The next few governors had issues of their own. They were either incompetent, corrupt, an alcoholic or a combination of the three.

Between 1811 and 1814 the Lords and their four young children lived in Parramatta, New South Wales, though kept business interests in Van Diemen's Land. It was not too far from where Edward and Maria first met.   Edward travelled to England and acquired more land grants. He was now a major landholder.  It helped that his brother was a peer and a new member of parliament. Edward's brother also lent him money, and Edward acquired more land to manage on his brother's behalf.


New Town Ile Van Diemen de Sainson pinx by Frederic Sorrieu, Tasmanian Archive and Heritage Office

The Lords returned to Hobart by 1814.  They prospered, despite the governors' incompetence or corruption, or perhaps because of it. Britain did not encourage settlers and sent few new convicts but the European settlement grew.  Settlers and convicts from the abandoned Norfolk Island settlement arrived from 1807, doubling the population to about a thousand people. It would have been a rough frontier place, with far more men than women. The Reverend Knopwood counted only 77 "gentry", that is non-convict, non-military men, women and children. This included 25 children, and also Maria and one other ex-convict. Free settlers and officers had no choice but to interact with convicts and ex-convicts. Everybody would have known everybody else, and a lot of their business as well.

During this time, bushrangers threatened and stole from settlers farms, but never from the Lords' properties. Edward perhaps protected them, though there is no firm evidence. Some suggest Maria had relations with the most notorious of the bushrangers, Michael Howe, but this is unlikely.

The Lord's lived in the town's most salubrious house, Ingle Hall, still on Macquarie Street. Their wealth and influence peaked between 1817 and 1823, the time of Governor Sorell. The 1819 muster (census) records the Lords owned almost 7,000 acres, 3,400 cattle, 4,500 sheep and 41 horses. They employed 50 convicts and 25 free workers. By 1823 Edward Lord owned or leased over 30,000 acres. They provided about half the meat supply and most wheat to the government stores. The Lords had many business interests – agriculture, commerce, whaling, exporting. Not all their investments were successful, but overall they were during this time.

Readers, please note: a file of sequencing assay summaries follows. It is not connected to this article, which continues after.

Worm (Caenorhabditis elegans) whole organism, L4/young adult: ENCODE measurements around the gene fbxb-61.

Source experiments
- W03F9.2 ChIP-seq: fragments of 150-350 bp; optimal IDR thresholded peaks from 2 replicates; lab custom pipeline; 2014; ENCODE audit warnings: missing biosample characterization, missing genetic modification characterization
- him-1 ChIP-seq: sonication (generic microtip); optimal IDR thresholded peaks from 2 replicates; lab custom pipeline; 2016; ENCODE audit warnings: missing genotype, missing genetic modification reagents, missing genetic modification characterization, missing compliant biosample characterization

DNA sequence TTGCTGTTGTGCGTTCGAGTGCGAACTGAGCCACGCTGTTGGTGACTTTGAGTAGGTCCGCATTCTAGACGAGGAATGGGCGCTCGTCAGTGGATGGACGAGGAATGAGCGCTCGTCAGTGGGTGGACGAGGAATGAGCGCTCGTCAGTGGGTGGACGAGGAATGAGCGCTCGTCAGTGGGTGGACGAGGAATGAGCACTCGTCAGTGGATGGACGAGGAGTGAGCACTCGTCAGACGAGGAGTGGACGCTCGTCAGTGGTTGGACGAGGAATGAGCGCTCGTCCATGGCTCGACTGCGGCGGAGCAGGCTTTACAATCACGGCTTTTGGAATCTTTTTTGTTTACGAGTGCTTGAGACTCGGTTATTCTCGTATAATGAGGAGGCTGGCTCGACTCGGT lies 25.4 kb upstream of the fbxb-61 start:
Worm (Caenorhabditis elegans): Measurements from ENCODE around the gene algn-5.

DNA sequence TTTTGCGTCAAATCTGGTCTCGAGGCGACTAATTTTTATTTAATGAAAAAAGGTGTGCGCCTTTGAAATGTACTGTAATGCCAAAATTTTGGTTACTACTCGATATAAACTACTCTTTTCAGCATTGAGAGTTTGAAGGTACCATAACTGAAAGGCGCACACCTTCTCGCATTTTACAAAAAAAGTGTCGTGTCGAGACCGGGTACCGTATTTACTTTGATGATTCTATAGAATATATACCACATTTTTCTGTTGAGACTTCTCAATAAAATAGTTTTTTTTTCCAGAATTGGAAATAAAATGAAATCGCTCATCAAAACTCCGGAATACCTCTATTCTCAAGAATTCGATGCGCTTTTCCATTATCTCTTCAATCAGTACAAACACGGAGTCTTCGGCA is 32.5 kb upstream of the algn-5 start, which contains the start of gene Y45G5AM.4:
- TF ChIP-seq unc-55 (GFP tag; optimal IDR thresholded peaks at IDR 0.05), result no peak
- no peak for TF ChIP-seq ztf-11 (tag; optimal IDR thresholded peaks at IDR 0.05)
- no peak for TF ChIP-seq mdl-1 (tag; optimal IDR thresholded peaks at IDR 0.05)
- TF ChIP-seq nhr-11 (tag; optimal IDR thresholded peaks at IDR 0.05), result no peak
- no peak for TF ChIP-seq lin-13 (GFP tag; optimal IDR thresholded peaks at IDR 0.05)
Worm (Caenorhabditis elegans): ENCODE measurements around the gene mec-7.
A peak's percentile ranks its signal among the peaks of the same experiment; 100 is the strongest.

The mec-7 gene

Edward's activities were not always legal. He contributed to the "corruption and skulduggery" that author Alison Alexander notes were rife in the early colony. Like the rum corps in New South Wales that led to the mutiny against Governor Bligh, many officers and settlers in Van Diemen's Land used whatever means they could to add to their wealth. Ironically ex-convict Maria does not seem to have been directly involved. She must have been aware, but seems to have kept out of it.

While Edward negotiated high-level agreements, Maria facilitated the detailed transactions. She also ran their Hobart shop, then the biggest in the town. Edward often acquired the goods for her to sell. Maria covered for Edward's lack of detailed business acumen and forgetfulness. He may have also been a gambler. Edward was away for at least three years during these six years and Maria acted as his agent.

In 1819 Edward took Maria's daughter, Caroline, to England. They returned in a ship he had bought and renamed after her. He eventually took all his children to be educated in his homeland, some when they were very young. 

Van Diemen's Land changed in the 1820s. The British government started sending large numbers of convicts and encouraged free settlers. Many settlers aimed to become wealthy through land grants, with convicts assigned to them. Anyone with a convict past was tainted. Van Diemen’s Land society became rigidly stratified. Free settlers had little to do socially with convicts except as servants. They now had enough of their own kind and so did not have to fraternise with convicts or even ex-convicts.

In 1822 Edward left for England again, taking their two children, Corbetta and William, and a cargo full of goods. Their ship was wrecked off South Africa. No lives were lost but the cargo was.

It was a difficult year for business. The Lords lost another ship and had several failed ventures. Money was tight. Maria called in debts and sold assets.

Reverend Knopwood noted in his diary that Maria was often in the company of Mr Charles Howcroft, a young free settler friendly with both the Lords. She put two year old Emma in a boarding school and went with him to Port Darymple in the north of the island, and to Orielton. If she was not having an affair, it looked like it.

Edward probably heard of Maria's affair in early 1823. He made his friend, Dr Samuel Hood, his agent and sent him back to Van Diemen’s Land. Hood arrived in July 1823. Although Hood had legal authority, he had no experience in running the businesses. He and Maria worked well together for a while, however Hood was forced by others to push her out.

Edward returned in October 1814 primarily to sue Charles Howcroft with "having criminal conversation" with his wife. Maria was not involved. The court case ran for two weeks, an uncommonly long time. Unusually, the newspapers reported no details and no records survive. Lord won the case and the court awarded him 100 pounds in damages. Howcroft’s property was transferred to Lord, presumably as payment. Edward then left the colony, leaving Hood as his agent. Despite being pushed to by his family and others, Edward did not divorce Maria. He returned to England and a relationship with their children’s nurse.

Edward Lord, by Thomas Wainright 1846, Tasmanian Archive and Heritage Office

Edward left Maria with virtually nothing. Of all her children, only Caroline remained in the colony. However, Maria still had her skills and knowledge, and she used them. She opened another general store, trading on her own. She became a leading merchant in Hobart, the only woman among men. She travelled to places in the Tasmanian wilderness that are still hard to reach. 

Edward's business ventures were not so successful and by 1825 his fortune had gone. Another two ships were wrecked, including the Caroline. With no ships nor shops, he relied on income from his lands. He was probably concerned with exploiting rather than developing them. His brother too had lost vast amounts on an extravagant lifestyle. He forced Edward to pay back the huge debts owed him. The size of those debts suggest that Edward also gambled.